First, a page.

Reykjavik, ICELAND- In an address before the Arctic Circle Assembly Friday, Governor Janet Mills reaffirmed Maine’s partnership with Arctic nations and pledged Maine’s help in combating climate change, strengthening trade relationships, and exchanging cutting-edge research to diversify and expand Maine’s economy.
“Today I proudly lead the largest delegation ever from the State of Maine to this esteemed Assembly — business leaders, college presidents, researchers, policymakers, arts, and cultural leaders — They come here because they understand that Maine is part of the Arctic Circle, that what happens in the Arctic Circle affects our state, and the actions the State of Maine takes affect the Arctic Circle,” Governor Mills said in her remarks.
“Whether built by sailors navigating shared seas or students, industry or ideas, music or manufacturing, Maine is committed to strengthening the bond between our nations and regions as a true partner in the Arctic Circle Assembly. Maine is small, but Maine is fiercely determined. We know, as they say here in Iceland, there are no problems, only solutions.”
The Arctic Circle Assembly is the largest annual international gathering on the Arctic, drawing more than 2,000 participants from 60 countries, and is attended by heads of state and government, ministers, members of parliaments, scientists, entrepreneurs, business leaders, environmentalists, and others to discuss the future of the Arctic.
At the Assembly, Governor Mills has met with officials from Iceland, Greenland, and Finland to discuss economic development opportunities and strategies to combat climate change, among other topics. She also met with Ólafur Ragnar Grímsson, the Chairman of the Arctic Circle and former President of Iceland, and Jeffrey Ross Gunter, the U.S. Ambassador to Iceland. She also visited the Iceland Ocean Cluster and will tour the headquarters of the international shipping company Eimskip, which has a regional hub in Portland, Maine.
Governor Mills full remarks before the Assembly are below:
One Thousand thirty-three years ago, the first Icelandic merchant laid eyes on the North Atlantic coast of North America. Blown off course on a trip to visit his parents in Greenland, Bjarni Herjolfsson, grandson of one of the early Norse settlers of Iceland, with no map and no directions, lost his bearings in the wind and fog and missed Greenland completely. He pushed west for several days until the fog lifted and he set sight on a different coastline, one that was thickly wooded and laden with low rolling hills.
But, intent on finding his parents back in Greenland, Herjolfsson ignored the interesting new landmass he had sighted and found safe harbor days later in his father’s new land.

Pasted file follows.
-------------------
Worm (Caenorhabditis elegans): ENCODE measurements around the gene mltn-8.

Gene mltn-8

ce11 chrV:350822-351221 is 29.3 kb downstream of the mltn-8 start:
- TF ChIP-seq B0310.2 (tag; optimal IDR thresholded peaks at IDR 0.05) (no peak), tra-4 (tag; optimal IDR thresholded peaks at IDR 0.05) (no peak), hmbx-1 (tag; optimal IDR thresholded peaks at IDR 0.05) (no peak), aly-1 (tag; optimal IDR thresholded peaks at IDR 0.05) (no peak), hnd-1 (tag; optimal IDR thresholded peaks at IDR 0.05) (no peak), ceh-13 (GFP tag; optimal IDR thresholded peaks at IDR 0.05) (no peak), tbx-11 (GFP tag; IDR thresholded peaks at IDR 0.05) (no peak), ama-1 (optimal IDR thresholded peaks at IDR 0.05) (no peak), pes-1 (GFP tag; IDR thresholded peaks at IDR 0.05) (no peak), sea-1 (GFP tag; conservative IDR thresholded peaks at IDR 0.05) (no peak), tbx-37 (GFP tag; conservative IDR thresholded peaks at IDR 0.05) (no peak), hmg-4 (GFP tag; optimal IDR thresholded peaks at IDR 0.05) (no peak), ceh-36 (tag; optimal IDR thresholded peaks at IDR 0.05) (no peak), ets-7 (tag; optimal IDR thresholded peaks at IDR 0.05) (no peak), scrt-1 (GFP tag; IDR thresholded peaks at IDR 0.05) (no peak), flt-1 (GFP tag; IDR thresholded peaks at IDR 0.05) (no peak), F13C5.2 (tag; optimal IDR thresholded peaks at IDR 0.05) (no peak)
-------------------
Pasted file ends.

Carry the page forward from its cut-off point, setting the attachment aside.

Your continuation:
Some years later, a young adventurer named Leif Ericsson learned of the story, talked with Herjolfsson, bought his boat and set out to find the strange lands Herjolfsson had seen only from a distance. Looking for timber, Ericsson eventually made land and established a settlement in Newfoundland, Canada.
Today, a millennium later, we are not only reestablishing relations with the indigenous communities who inhabited our North American lands long before the Norsemen, we are also renewing our deep commitment to other lands, other cities and other people of the North Atlantic region including those in this room whose love of the ocean we share, of the air we breathe, of the climate we are prepared to defend is unparalleled.
And it is in these forums that we plan our shared future.
Maine and the Arctic nations — separated by all that wind and fog so many years ago — are now connected by more than a few intrepid sailors.
Today I proudly lead the largest delegation ever from the State of Maine to this esteemed Assembly — business leaders, college presidents, researchers, policymakers, arts and cultural leaders — They come here because they understand that Maine is part of the Arctic Circle, that what happens in the Arctic Circle affects our state, and the actions the State of Maine takes affect the Arctic Circle.
We are here, among other things, to renew and reinforce trade relationships with Greenland and the Scandinavian and other countries, fortified by expanding shipping routes.
We are pleased to partner with the oldest shipping company in Iceland, Eimskip, who recognizes the advantage of Maine’s deep ports and our location near both the Arctic and the population centers of Boston and New York. They have helped us transform an old facility on the Portland Maine waterfront into a bustling port, linking our state irrevocably to worldwide markets.
As a result, trade between Iceland and Maine increased more than four thousand percent over one two-year period as east coast businesses found new opportunities along the Green Line shipping route.
Next year, Eimskip will directly connect Maine to Greenland, expanding opportunities for trade and collaboration between our people in unprecedented ways. This sea route, forged by the explorers of our past and merchants of the present, is a reminder of how our communities can work together in the pursuit of a prosperous future.
Maine is poised to become the hub, the eastern gateway to the Arctic, a region whose allure we have shared since Portland Maine explorer Robert Peary set foot on the North Pole in 1909.
My own virgin voyage to this country and to this Assembly has opened my eyes to a basalt landscape that is other-worldly, to an edifice with honeycombed halls and 850 refracting prisms that shed the sharp light of reflection on two thousand minds with a communal focus on the Arctic Circle.
Here in Iceland we are not that far from the rolling forested hills of my state, a state that juts out of the northeast corner of the United States, that borders Canada, and bends toward Europe, a state that is 90% forested, with clean water, fertile farmlands, mighty rivers, and deep ports, with 3,000 miles of bold rocky jagged coastline, my state is bathed by the same North Atlantic waters, the same rising, warming waves that lap the lava laden shores of this very island.
But it is more than ocean waters that draw us together.
It is more than the cultural and economic currents of our shared fisheries, our academic institutions, or our trade-in broccoli, mint chocolate, potatoes, lobsters, lumber, blueberries, and beer.
I knew when I heard the Crown Princess of Sweden yesterday talk about flying over the Arctic with other leaders to witness for herself the tragic and dramatic loss of glacial ice.